Seven years later, The CC Corporation released a second edition of The World, but the game is chaotic and filled with PKers — Player Killers — that terrorize the general player population and cause all sorts of trouble. The main character, Haseo, takes it upon himself and his allies to wipe out these players, eventually earning the title, "Terror of Death." He has received his own power: Morganna's will has manifested itself as a weapon. At later points, we find out the being is the Phase known as Skeith, the first entity sent against Kite in the original game. In .Hack//G.U. Vol 3: Redemption, the third installment of the series, friends become enemies, old enemies return with a vengeance and more of the mystery unravels.

As with the earlier series, the game plays very accurately to a multiplayer RPG. The player calls up friends; trades or gives items and equipment to help them prepare; enter a field or dungeon filled with monsters, treasure and special events, such as meeting other players or the comically pathetic Mecha Grunty; and then return to town with your earnings. Battles take place fluidly in real time, giving the player a more involved combat experience as he darts around the field, swinging his weapons and magic while blocking opponents' attacks. There is little variation to the battles, even when the team enters a battle area, where another player requires help in fighting a PKer or monster. Essentially, you're adding another member to your team so you can wipe out the enemies, although I wouldn't argue with collecting items.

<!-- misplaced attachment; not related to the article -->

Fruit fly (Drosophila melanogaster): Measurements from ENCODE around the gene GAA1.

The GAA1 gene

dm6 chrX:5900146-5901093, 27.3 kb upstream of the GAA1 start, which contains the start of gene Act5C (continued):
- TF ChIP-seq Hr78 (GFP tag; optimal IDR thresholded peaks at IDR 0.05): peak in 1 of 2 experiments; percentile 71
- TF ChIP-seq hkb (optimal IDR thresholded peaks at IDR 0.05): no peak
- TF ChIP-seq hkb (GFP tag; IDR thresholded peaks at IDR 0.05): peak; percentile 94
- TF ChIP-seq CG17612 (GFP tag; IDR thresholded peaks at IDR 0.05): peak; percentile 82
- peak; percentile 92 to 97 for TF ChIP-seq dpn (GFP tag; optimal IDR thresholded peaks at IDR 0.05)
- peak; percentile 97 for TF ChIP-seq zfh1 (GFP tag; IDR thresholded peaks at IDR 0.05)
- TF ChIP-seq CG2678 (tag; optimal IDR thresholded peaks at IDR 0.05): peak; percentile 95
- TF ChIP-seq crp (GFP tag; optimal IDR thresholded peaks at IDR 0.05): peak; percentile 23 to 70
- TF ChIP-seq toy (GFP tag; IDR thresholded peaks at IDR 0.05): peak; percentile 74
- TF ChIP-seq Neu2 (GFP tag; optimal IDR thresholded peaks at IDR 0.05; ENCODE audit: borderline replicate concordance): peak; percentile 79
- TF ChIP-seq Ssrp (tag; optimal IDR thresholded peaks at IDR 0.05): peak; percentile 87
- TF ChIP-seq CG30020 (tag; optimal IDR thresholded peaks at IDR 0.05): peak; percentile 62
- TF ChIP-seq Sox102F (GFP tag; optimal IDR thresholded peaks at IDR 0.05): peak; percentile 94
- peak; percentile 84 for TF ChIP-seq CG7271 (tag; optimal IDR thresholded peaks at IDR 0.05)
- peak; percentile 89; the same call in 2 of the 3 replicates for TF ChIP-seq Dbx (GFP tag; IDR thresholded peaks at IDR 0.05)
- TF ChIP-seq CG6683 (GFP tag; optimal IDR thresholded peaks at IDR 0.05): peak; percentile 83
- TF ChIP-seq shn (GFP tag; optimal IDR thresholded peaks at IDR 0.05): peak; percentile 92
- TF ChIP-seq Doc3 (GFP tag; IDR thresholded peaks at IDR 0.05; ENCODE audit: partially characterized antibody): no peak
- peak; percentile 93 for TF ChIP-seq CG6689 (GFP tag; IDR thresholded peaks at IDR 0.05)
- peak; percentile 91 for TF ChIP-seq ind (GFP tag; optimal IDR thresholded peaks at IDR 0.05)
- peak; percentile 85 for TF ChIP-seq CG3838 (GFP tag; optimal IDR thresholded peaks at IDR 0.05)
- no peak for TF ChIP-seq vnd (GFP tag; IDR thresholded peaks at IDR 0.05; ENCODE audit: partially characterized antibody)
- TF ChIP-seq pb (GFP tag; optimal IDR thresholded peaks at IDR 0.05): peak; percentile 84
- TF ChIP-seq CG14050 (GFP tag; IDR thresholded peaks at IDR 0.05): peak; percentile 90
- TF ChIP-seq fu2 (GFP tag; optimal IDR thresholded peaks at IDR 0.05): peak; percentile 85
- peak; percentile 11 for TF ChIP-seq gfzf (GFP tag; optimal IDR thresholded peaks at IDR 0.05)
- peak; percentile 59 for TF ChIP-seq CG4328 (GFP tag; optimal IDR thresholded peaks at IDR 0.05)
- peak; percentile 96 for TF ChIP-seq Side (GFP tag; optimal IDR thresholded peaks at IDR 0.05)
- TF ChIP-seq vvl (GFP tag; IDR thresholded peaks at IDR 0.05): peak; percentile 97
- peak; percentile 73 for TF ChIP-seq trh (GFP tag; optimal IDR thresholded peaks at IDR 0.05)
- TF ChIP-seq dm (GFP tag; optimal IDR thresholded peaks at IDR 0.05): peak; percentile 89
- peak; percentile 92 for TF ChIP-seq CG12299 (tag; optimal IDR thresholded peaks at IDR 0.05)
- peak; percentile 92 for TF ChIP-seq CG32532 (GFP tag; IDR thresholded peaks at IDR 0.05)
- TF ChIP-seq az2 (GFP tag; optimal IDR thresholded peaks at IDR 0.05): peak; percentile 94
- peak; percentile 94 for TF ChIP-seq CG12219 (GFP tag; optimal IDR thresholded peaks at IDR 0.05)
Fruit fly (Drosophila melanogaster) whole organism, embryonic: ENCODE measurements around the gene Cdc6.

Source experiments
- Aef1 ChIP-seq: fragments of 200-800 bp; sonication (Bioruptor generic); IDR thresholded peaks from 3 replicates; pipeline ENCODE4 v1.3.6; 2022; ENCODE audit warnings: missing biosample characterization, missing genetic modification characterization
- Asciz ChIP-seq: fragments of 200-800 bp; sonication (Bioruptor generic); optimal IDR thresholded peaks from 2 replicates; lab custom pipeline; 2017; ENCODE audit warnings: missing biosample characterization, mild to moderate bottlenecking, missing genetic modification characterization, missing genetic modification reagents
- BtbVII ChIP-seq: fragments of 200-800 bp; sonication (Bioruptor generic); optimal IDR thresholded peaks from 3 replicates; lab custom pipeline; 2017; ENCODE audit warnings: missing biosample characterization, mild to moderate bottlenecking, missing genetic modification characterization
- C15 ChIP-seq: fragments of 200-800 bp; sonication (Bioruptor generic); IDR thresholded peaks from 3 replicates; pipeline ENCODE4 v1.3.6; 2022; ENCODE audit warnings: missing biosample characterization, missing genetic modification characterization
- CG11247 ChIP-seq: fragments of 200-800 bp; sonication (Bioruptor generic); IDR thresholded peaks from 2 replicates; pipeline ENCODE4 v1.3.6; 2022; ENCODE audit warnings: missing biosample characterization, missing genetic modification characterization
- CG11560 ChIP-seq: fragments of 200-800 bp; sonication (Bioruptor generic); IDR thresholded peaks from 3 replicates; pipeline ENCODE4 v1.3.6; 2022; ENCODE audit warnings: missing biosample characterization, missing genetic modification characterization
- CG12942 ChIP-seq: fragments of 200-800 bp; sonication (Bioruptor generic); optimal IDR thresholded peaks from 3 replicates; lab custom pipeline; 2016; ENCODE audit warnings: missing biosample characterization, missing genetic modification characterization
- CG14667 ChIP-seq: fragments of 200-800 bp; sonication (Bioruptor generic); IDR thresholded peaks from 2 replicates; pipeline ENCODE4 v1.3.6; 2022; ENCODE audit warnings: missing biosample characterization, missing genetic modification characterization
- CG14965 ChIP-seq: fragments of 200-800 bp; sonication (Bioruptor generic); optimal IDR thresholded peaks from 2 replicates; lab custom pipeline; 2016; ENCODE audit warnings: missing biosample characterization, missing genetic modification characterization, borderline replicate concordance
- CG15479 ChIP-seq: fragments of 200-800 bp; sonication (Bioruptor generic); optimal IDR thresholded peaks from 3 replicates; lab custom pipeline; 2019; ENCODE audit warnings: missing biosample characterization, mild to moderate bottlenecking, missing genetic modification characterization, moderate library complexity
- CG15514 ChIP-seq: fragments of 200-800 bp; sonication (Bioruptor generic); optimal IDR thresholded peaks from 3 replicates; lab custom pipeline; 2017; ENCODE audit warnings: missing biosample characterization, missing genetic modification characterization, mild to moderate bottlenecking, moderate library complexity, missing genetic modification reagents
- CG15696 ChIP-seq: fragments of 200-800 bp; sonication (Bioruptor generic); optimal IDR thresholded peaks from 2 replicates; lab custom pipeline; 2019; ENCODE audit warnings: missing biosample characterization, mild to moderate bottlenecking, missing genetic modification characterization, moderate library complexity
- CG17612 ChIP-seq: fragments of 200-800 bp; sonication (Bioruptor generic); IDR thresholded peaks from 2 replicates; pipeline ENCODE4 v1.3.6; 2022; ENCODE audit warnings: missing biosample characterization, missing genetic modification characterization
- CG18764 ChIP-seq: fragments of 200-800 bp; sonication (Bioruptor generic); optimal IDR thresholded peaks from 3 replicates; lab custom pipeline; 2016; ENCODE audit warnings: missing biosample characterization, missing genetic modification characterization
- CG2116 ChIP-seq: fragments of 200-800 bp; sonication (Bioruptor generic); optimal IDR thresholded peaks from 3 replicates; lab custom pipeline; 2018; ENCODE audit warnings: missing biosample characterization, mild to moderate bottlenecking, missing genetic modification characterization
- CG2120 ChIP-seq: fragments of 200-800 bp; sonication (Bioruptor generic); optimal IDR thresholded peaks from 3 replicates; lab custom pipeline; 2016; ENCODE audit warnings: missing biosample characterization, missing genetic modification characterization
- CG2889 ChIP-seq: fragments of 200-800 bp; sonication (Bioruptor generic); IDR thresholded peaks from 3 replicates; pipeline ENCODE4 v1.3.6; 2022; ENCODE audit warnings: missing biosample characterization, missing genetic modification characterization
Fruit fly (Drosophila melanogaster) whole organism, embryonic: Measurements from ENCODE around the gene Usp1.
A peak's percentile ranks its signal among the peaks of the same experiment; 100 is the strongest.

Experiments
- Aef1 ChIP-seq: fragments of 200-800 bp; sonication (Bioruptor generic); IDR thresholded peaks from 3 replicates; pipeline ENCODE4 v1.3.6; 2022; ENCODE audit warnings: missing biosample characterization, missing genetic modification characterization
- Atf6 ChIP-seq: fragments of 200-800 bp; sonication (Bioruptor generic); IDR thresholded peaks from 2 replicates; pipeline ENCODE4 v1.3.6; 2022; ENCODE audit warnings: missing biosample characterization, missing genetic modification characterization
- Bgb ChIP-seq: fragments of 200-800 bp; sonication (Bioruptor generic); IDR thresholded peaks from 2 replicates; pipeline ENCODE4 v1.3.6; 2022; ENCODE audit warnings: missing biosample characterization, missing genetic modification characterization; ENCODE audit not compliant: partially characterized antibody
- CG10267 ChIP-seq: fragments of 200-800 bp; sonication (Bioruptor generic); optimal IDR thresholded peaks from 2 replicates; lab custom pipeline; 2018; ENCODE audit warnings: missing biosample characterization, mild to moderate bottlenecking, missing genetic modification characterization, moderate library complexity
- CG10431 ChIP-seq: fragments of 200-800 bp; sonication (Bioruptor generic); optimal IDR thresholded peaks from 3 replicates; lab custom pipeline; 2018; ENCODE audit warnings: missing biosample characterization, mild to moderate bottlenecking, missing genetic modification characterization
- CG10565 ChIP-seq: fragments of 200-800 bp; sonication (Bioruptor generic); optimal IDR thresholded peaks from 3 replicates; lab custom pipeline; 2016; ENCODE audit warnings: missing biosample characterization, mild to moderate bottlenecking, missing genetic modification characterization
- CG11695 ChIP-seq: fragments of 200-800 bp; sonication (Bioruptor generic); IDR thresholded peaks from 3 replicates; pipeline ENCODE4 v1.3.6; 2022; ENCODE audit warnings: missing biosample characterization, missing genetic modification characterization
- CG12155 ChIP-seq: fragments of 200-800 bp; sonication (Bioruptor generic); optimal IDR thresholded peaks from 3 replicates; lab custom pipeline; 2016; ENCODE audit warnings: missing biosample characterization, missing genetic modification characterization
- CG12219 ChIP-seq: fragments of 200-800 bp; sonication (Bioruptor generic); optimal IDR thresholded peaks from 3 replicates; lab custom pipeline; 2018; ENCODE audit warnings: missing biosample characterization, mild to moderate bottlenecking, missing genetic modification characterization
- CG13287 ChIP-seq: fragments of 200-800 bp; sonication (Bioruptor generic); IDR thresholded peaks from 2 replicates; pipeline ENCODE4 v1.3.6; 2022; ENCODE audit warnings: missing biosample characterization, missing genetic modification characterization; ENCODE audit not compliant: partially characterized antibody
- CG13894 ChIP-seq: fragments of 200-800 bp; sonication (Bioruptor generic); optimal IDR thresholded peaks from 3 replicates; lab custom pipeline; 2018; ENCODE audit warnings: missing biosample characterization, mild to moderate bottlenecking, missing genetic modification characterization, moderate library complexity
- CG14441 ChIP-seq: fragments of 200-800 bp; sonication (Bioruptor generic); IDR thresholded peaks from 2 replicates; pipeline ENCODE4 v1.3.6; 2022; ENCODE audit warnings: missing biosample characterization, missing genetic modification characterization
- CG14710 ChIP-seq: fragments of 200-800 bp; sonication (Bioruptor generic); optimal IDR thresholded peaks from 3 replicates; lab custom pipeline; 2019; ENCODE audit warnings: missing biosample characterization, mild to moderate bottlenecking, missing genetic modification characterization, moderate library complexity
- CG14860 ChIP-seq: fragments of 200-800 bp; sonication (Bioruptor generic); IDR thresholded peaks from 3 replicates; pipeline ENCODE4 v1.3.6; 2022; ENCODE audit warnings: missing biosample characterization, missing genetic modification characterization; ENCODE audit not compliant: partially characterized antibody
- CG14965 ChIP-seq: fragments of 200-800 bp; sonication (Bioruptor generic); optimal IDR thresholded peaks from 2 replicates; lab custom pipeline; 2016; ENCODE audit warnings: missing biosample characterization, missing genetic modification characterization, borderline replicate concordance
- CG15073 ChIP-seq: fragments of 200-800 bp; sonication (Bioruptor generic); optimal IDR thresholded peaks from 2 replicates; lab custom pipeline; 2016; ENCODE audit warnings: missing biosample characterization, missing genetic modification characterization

Redemption maintains many of the effective qualities of the original series, while providing a lot more control to the player. Equipping an ally with weapons and armor, customization of those items to provide added effects and general item distribution are all controlled by the player. This is a double-edged sword, however; the original .Hack series allowed the player to make specific commands to cast a spell on the party, or focus solely on an enemy without using any special abilities. That no longer exists, and it's been replaced with four simplistic AI functions (free will, rage for heavy attack, peace for no skill use and life for heal-only) that burn up power and waste critical resources. There are also special effects based on morale, shown as "awakenings," that can either heavily improve the party or attack the enemy using blasts of magical power. Avatar awakening, which invokes the power of the avatar to extract Virus Cores from enemies while causing damage, is a new addition to Redemption.